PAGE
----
After graduating earlier this year, Hayes is already #BookedAndBusy, thanks to the connections she made in school—but not in the ways you'd think. "The jobs I've had so far have actually all come from professors I didn't necessarily take from at Marymount, but still had the chance to learn from and network with, since it's such a tight-knit community," Hayes explains. Those opportunities have included joining Andrea Miller's renowned company, Gallim, for a two-month commission at Lincoln Center, as well as dancing in Deep Blue Sea, a work by Bill T. Jones, which just wrapped up a run at the Park Avenue Armory in NYC. "My professors at Marymount were constantly pushing me and were invested in my success," Hayes shares. "Performing in such an iconic NYC venue as Lincoln Center with three of them in the front row cheering me on was a full-circle moment."
Moving forward, Hayes hopes to further explore all of the doors that Marymount opened up for her. "I really enjoy modern and postmodern dance, and also academia," she says. "Down the road, I would love to become a professor of African-American studies or gender studies, alongside my dancing."
Lexi Garcia backstage at Hamilton, with Lin-Manuel Miranda
Florida native Lexi Garcia still vividly remembers the first time she walked into Marymount Manhattan for her BFA dance audition. "From taking in the beautiful campus to the professors leading my audition, the energy and encouragement felt completely aligned with what I wanted out of my college experience," she recounts. What Garcia didn't quite expect was for Marymount to completely flip her idea of technique on its head. "Coming from a competition background, I quickly realized I had to rewire my brain to focus on longevity," she says. "If I wanted to dance professionally, I couldn't just crank my leg up or jam my turnout. My training at Marymount was a lesson in working with and celebrating what I've got." The ultimate payoff of rebuilding her technique on a college level, according to Garcia, was consistency. "When you truly understand your technique, there's no more 'good' and 'bad' turn days. You know that whenever a choreographer asks for something, you're able to deliver."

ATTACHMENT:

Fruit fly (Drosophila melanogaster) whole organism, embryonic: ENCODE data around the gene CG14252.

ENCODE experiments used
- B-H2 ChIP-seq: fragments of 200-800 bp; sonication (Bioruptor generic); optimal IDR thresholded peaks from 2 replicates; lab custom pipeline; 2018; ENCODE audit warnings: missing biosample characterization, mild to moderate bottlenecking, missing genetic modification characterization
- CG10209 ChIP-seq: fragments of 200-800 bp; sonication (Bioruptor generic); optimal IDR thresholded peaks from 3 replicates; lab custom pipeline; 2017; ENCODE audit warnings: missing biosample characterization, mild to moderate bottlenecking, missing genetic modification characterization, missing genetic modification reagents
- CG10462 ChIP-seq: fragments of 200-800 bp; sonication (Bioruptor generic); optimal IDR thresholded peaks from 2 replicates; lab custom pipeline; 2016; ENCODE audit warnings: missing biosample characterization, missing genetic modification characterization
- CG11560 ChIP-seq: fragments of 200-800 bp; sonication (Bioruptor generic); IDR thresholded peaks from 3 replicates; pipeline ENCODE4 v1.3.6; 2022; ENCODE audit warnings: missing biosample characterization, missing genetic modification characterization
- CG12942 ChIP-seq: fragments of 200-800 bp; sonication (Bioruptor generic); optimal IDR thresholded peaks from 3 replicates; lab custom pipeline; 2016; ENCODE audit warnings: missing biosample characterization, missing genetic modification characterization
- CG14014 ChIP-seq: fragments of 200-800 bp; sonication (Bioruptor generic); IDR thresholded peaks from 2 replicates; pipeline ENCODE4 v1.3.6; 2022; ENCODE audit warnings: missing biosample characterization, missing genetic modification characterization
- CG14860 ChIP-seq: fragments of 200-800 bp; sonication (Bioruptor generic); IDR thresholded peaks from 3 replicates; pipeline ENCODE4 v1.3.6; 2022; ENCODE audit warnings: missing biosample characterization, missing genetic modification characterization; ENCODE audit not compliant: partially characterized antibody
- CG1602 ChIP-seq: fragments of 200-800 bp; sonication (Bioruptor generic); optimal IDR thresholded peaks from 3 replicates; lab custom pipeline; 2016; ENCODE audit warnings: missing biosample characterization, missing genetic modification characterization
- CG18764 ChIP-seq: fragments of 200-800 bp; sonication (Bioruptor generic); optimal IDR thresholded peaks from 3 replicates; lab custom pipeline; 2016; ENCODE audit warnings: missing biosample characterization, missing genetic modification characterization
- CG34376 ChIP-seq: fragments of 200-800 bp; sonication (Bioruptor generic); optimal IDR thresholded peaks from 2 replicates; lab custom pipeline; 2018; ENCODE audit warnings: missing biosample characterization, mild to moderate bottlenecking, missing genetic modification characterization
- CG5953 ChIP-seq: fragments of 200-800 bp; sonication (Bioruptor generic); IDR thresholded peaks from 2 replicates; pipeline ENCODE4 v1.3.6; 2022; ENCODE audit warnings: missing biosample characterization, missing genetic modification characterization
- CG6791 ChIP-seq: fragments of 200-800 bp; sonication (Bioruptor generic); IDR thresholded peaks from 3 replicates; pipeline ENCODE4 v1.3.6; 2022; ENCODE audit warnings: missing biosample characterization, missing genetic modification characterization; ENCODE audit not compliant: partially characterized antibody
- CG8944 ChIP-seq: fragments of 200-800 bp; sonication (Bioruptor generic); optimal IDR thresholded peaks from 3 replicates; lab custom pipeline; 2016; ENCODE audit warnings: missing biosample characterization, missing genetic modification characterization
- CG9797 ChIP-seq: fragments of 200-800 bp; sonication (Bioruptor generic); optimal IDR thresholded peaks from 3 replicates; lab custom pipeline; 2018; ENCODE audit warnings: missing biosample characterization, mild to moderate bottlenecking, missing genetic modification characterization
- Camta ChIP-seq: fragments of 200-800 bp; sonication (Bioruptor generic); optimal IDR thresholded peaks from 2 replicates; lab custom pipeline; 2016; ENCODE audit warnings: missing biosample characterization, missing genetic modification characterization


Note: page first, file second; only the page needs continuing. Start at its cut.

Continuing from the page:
Although Garcia pursued the modern concentration at Marymount Manhattan, after graduating in only three years, she was happy to discover how her training equipped her to grand-jeté in a new direction: musical theater. "When I started going to open calls, I realized it was a very similar environment to all of the times I worked with guest choreographers in school," she explains. "Your adrenaline is pumping, and you want to impress everyone in the room and stay open to whatever they're throwing at you. Knowing I had done that before definitely helped my confidence."
After contracts with Norwegian Cruise Lines and regional theaters, Garcia got the call she'd been dreaming of. "I had auditioned for the Philip cast of Hamilton 's North American tour before, but they explained that someone in the Broadway cast was pregnant and they needed a replacement," she says. In 2017, she made her Broadway debut.